Notes on the Bible, by Albert Barnes, , at sacred-texts.com
4 Kings (2 Kings) 7:1
The division between the chapters is most awkward here. Elisha, in this verse, replies to the king's challenge in Kg2 6:33 - that his God, Yahweh, will give deliverance in the space of a day. On the morrow, by the same time in the day, the famine will have ceased, and food will be even cheaper than usual.
A measure of fine flour - literally, "a seah of fine flour;" about a peck and a half.
For a shekel - About 2 shillings 8 12 d.
Two measures of burley - Or, "two seahs of barley;" about three pecks.
In the gate - The "gates," or "gateways," of Eastern towns are favorite places for the despatch of various kinds of business. It would seem that at Samaria one of the gates was used for the grain market.
4 Kings (2 Kings) 7:2
A lord - Rather, "the captain," as in Exo 14:7; Kg1 9:22; etc. The term itself, שׁלישׁ shâlı̂ysh (derived from שׁלושׁ shâlôsh, "three,") may be compared with the Latin "tribunus."
Windows - Rather, "sluices" (compare Gen 7:11). The "lord" means to say "If Yahweh were to open sluices in heaven, and pour down grain as He poured down rain in the time of the Deluge, even then could there be such abudnance as thou speakest of?"
4 Kings (2 Kings) 7:3
The position of the lepers is in accordance with the Law of Moses (marginal references); and shows that the Law was still observed to some extent in the kingdom of Israel.
4 Kings (2 Kings) 7:5
The twilight - The evening twilight (see Kg2 7:9).
The uttermost part of the camp - The extreme boundary of the camp toward the city, not its furthest or most distant portion. Compare Kg2 7:8.
4 Kings (2 Kings) 7:6
It is a matter of no importance whether we say that the miracle by which God now performed deliverance for Samaria consisted in a mere illusion of the sense of hearing (compare Kg2 6:19-20); or whether there was any objective reality in the sound (compare the marginal references).
The king of Israel hath hired - The swords of mercenaries had been employed by the nations bordering on Palestine as early as the time of David Sa2 10:6; Ch1 19:6-7. Hence, the supposition of the Syrians was far from improbable.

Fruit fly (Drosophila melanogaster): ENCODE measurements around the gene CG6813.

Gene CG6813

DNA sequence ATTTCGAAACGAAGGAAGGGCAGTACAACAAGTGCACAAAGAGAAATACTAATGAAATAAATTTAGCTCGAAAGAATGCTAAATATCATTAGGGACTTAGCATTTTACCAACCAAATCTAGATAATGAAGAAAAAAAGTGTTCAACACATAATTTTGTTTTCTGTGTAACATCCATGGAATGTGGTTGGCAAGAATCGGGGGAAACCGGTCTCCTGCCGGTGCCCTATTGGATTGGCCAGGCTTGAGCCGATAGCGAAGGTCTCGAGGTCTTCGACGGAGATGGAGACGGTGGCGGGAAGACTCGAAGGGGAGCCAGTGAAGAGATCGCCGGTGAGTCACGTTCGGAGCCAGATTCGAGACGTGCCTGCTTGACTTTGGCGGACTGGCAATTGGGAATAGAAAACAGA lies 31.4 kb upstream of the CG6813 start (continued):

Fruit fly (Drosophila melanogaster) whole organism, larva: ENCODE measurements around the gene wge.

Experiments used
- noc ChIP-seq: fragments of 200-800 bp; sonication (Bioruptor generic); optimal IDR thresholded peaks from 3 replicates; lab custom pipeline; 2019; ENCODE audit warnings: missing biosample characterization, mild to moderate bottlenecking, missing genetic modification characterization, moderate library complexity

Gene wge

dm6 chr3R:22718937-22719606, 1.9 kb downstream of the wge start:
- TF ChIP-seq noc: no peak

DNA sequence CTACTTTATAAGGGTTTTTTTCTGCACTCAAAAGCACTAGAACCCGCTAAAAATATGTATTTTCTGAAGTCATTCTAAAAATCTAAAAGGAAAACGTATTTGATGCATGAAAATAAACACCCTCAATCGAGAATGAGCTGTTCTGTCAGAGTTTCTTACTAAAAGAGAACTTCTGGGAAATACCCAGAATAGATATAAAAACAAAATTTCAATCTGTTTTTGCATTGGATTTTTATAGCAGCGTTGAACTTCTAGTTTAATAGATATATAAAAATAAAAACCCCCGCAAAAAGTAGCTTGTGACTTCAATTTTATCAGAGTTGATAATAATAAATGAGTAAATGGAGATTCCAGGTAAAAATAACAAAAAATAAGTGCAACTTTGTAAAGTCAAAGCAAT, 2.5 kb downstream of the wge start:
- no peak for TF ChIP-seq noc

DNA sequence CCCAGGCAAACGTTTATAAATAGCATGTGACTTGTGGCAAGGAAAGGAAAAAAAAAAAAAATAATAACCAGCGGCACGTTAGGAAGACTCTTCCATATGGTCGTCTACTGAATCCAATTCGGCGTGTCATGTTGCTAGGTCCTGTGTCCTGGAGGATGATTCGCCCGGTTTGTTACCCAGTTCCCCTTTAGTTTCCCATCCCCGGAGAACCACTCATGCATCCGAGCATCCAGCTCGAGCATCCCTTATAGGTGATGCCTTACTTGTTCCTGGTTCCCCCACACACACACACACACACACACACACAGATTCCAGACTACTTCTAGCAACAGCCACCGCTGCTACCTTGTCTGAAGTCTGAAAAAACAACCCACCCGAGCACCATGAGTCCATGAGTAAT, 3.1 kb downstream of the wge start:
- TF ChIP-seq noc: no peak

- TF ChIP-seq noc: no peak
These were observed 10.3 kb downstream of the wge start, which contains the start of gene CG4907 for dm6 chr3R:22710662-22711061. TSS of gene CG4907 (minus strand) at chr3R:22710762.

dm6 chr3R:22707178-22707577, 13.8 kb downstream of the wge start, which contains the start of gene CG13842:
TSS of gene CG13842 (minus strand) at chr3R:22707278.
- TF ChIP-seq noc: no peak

The kings of the Hittites - The Hittites, who are found first in the south Gen 23:7, then in the center of Judea Jos 11:3, seem to have retired northward after the occupation of Palestine by the Israelites. They are found among the Syrian enemies of the Egyptians in the monuments of the 19th dynasty (about 1300 B.C.), and appear at that time to have inhabited the valley of the Upper Orontes. In the early Assyrian monuments they form a great confederacy, as the most powerful people of northern Syria, dwelling on both banks of the Euphrates, while at the same time there is a second confederacy of their race further to the south, which seems to inhabit the anti-Lebanon between Hamath and Damascus. These southern Hittites are in the time of Benhadad and Hazael a powerful people, especially strong in chariots; and generally assist the Syrians against the Assyrians. The Syrians seem now to have imagined that these southern Hittites had been hired by Jehoram.
The kings of the Egyptians - This is a remarkable expression, since Egypt elsewhere throughout Scripture appears always as a centralised monarchy under a single ruler. The probability is that the principal Pharaoh had a prince or princes associated with him on the throne, a practice not uncommon in Egypt. The period, which is that of the 22nd dynasty, is an obscure one, on which the monuments throw but little light.
4 Kings (2 Kings) 7:9
The lepers began to think that if they kept this important matter secret during the whole night for their own private advantage, when the morning came they would be found out, accused, and punished (see margin).
4 Kings (2 Kings) 7:10
They called unto the porter ... and told them - The word "porter" is used like our "guard" and the meaning here is, not that the lepers called to any particular individual, but that they roused the body of men who were keeping guard at one of the gates.
4 Kings (2 Kings) 7:12
His servants - i. e., "high officers of the household," not mere domestics.
I will shew you what the Syrians have done - Jehoram sees in the deserted camp a stratagem like that connected with the taking of Ai Josh. 8:3-19. The suspicion was a very natural one, since the Israelites knew of no reason why the Syrians should have raised the siege.
4 Kings (2 Kings) 7:13
Behold ... - The Septuagint and a large number of the Hebrew MSS. omit the clause, "behold, they are as all the multitude of Israel that are left in it." But the text followed by our translators, which is that of the best maunscripts, is intelligible and needs no alteration. It is merely a prolix way of stating that the horsemen will incur no greater danger by going to reconnoitre than the rest of their countrymen by remaining in the city, since the whole multitude is perishing.
4 Kings (2 Kings) 7:14
Two chariot horses - Translate, "two horse-chariots." They dispatched i. e. two war-chariots, with their proper complement of horses and men, to see whether the retreat was a reality or only a feint. The "horses" sent would be four or six, since chariots were drawn by either two or three horses.
4 Kings (2 Kings) 7:15
The Syrians had fled probably by the great road which led from Samaria to Damascus through Geba, En-gannim, Beth-shean, and Aphek. It crosses the Jordan at the Jisr Mejamia, about thirty-five miles northeast of Samaria.